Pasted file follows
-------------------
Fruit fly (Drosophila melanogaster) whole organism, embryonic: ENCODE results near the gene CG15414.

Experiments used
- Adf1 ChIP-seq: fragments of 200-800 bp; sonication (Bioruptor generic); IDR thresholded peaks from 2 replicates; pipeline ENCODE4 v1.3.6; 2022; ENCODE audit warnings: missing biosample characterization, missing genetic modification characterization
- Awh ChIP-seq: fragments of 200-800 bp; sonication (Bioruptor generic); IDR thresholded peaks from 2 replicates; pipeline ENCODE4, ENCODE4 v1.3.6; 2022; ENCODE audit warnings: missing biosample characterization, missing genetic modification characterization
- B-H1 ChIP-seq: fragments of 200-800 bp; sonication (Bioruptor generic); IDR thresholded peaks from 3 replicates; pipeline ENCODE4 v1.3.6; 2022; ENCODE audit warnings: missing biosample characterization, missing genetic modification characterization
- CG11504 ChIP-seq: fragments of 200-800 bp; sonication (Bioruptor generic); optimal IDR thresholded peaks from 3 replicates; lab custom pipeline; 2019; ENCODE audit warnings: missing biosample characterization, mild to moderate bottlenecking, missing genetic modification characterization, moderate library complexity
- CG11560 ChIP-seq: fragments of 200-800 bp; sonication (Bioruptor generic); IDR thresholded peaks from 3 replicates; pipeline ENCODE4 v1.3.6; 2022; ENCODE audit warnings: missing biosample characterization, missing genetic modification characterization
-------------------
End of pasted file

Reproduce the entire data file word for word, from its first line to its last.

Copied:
Fruit fly (Drosophila melanogaster) whole organism, embryonic: ENCODE results near the gene CG15414.

Experiments used
- Adf1 ChIP-seq: fragments of 200-800 bp; sonication (Bioruptor generic); IDR thresholded peaks from 2 replicates; pipeline ENCODE4 v1.3.6; 2022; ENCODE audit warnings: missing biosample characterization, missing genetic modification characterization
- Awh ChIP-seq: fragments of 200-800 bp; sonication (Bioruptor generic); IDR thresholded peaks from 2 replicates; pipeline ENCODE4, ENCODE4 v1.3.6; 2022; ENCODE audit warnings: missing biosample characterization, missing genetic modification characterization
- B-H1 ChIP-seq: fragments of 200-800 bp; sonication (Bioruptor generic); IDR thresholded peaks from 3 replicates; pipeline ENCODE4 v1.3.6; 2022; ENCODE audit warnings: missing biosample characterization, missing genetic modification characterization
- CG11504 ChIP-seq: fragments of 200-800 bp; sonication (Bioruptor generic); optimal IDR thresholded peaks from 3 replicates; lab custom pipeline; 2019; ENCODE audit warnings: missing biosample characterization, mild to moderate bottlenecking, missing genetic modification characterization, moderate library complexity
- CG11560 ChIP-seq: fragments of 200-800 bp; sonication (Bioruptor generic); IDR thresholded peaks from 3 replicates; pipeline ENCODE4 v1.3.6; 2022; ENCODE audit warnings: missing biosample characterization, missing genetic modification characterization